Article written by Ellen Turnbull SENr
The importance of breakfast is often debated. However, this debate mainly focuses upon its advantages (or lack of) for weight loss. Therefore, if we take aesthetics and anthropometrics out of the picture, is breakfast important? Well, as a youth athlete, ask yourself these questions... Do you want to train optimally? Do you want to recover efficiently? Do you want to be energised to compete the best you can? If you answered yes to any of these questions, then breakfast is most definitely important for you.
Breakfast is commonly missed due to a lack of time, a lack of appetite in the morning or even a dislike of breakfast foods. However, given the benefits a balanced breakfast may offer an athlete, it is not a meal that should be so easily dismissed.
A good, satisfying breakfast tends to invest in better health. Skipping breakfast and consuming only a light lunch is going to leave any athlete running on fumes. It's also going to increase the likelihood of an athlete gorging at dinner and snacking on junk food until bedtime. This is not only robbing the body of the nutrients it needs, but also of energy for growth and high-quality workouts .
Breakfast is the first opportunity for an athlete to begin fuelling for the day ahead. The fact that it is the first opportunity is often the main reason for breakfast being hailed as the most important meal.
Breakfast has been linked with nutritional adequacy, body weight management, academic and physical performance . Breakfast is also an opportunity for athletes to further their recovery from training the day before, especially if the training took place later in the day.
Consuming food in and around training will allow an athlete to train harder by providing energy and thus delaying the onset of fatigue . However, no matter what time of day training may be a balanced breakfast gives an athlete's body the energy and nutrients it needs.
As you sleep, the body taps into its carbohydrate stores to fuel basic bodily functions and repairs while you rest . Thus, it is important to replenish these stores upon awakening, as they are going to be low. Given that carbohydrates are the body's main energy source, topping these back up is key.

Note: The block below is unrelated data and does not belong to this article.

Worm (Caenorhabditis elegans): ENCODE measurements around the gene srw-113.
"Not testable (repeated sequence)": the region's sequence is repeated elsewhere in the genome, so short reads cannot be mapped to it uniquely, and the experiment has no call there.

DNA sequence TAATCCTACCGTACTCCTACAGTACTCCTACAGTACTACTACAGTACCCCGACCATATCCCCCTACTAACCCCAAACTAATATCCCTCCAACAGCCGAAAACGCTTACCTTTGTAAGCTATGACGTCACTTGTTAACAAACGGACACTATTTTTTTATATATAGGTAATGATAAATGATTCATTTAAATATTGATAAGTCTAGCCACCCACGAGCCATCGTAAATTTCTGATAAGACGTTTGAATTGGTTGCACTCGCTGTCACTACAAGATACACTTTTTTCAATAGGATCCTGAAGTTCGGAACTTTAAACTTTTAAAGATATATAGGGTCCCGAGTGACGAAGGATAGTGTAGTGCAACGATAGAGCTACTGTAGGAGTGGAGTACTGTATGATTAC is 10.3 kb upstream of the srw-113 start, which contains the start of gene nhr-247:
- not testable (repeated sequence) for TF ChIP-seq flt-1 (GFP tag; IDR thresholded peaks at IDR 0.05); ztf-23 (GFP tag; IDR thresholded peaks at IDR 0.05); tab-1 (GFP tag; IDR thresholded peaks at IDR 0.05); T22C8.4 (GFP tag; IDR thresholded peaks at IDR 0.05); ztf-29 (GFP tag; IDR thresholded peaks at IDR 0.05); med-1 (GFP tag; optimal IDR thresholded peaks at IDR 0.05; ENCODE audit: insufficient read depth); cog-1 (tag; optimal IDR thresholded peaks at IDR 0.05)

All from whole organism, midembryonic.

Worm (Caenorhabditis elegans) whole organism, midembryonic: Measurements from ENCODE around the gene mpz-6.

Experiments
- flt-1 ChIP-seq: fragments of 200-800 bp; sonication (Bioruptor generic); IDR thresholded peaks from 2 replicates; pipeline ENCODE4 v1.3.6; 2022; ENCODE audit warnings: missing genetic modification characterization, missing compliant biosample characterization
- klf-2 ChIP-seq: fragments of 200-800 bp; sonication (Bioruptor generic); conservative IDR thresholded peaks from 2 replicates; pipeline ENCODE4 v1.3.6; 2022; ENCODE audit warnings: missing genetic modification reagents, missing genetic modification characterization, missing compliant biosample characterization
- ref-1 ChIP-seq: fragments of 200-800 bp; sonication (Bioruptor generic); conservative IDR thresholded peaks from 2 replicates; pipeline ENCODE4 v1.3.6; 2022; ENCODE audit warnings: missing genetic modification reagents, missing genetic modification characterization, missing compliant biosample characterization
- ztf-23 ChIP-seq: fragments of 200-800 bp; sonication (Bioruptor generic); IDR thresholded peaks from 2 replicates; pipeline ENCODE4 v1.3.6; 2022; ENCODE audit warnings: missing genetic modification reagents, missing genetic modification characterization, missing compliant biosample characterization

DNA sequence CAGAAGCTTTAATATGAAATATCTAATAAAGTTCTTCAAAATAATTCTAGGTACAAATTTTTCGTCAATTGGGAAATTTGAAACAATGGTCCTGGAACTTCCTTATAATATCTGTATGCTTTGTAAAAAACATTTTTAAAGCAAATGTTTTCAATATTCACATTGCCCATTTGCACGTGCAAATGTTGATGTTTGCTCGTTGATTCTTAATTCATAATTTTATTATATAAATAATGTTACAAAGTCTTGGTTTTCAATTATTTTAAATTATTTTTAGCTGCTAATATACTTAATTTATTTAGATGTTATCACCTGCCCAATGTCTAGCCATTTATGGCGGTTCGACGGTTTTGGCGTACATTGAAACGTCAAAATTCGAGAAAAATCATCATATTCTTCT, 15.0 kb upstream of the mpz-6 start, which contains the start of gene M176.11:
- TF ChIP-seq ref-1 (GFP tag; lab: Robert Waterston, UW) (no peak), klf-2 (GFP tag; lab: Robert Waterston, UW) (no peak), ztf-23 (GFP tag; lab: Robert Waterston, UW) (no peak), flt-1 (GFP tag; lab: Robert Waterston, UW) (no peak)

Fuelling your body at the start of the day is going to help you feel more energetic and enable wiser choices around food around lunch and dinner time.
A well-balanced breakfast, focusing on complex carbohydrates (wholemeal toast or oatmeal) quality protein (eggs or yogurt) and good fats (avocado or peanut butter) will keep you feeling full and provide enough energy to enjoy training, rather than dragging yourself through a workout that feels like a punishment.
If you train first thing in the morning, you may not want a big pre-workout breakfast, as too much food can feel heavy and uncomfortable. In this case, you should opt for something lighter, like a slice of toast with jam or a banana.
Consuming some form of carbohydrate will help give you a boost in blood sugar so you are not just running on fumes. Even this small pre-workout meal will add to your quality of training.
However, this slice of toast isn't going to fuel you for the rest of the day, especially not after you have just trained.
This means it is important for you to consume a post workout meal. The body's muscles are often most receptive to replacing depleted glycogen stores within the first two hours after exercising.
However, if you struggle with a low appetite post workout, you could opt for a liquid breakfast, making a smoothie with milk, yogurt and fruit to supply the body with the needed carbohydrate, protein, vitamins and minerals. This is going to help re-fuel the muscles and keep hunger at bay until the next meal.
Ultimately, given the benefits a good breakfast can have on an athlete, it can definitely be classified as an important meal.
A good balanced breakfast can improve the quality of the diet, improve sports performance and increase an athlete's daily energy levels. Therefore, breakfast can be looked at as a good investment into a productive morning and is thus recommended for all athletes.
- Scrambled eggs with mashed avocado on wholemeal toast
- Granola, Greek yogurt and berries
- Whole wheat cereal with semi skimmed milk and a glass of orange juice
- Banana and peanut butter on wholemeal toast
 Clayton DJ, James LJ. (2016). The effect of breakfast on appetite regulation, energy balance and exercise performance. Proc Nutr Soc, 75(3), 319-27.
 Rampersaud, G. C., Pereira, M. A., Girard, B. L., Adams, J., & Metzl, J. D. (2005). Breakfast habits, nutritional status, body weight, and academic performance in children and adolescents. Journal of the american dietetic association, 105(5), 743-760.
 Doherty, R., Madigan, S., Warrington, G., & Ellis, J. (2019). Sleep and nutrition interactions: Implications for athletes. Nutrients, 11(4), 822.
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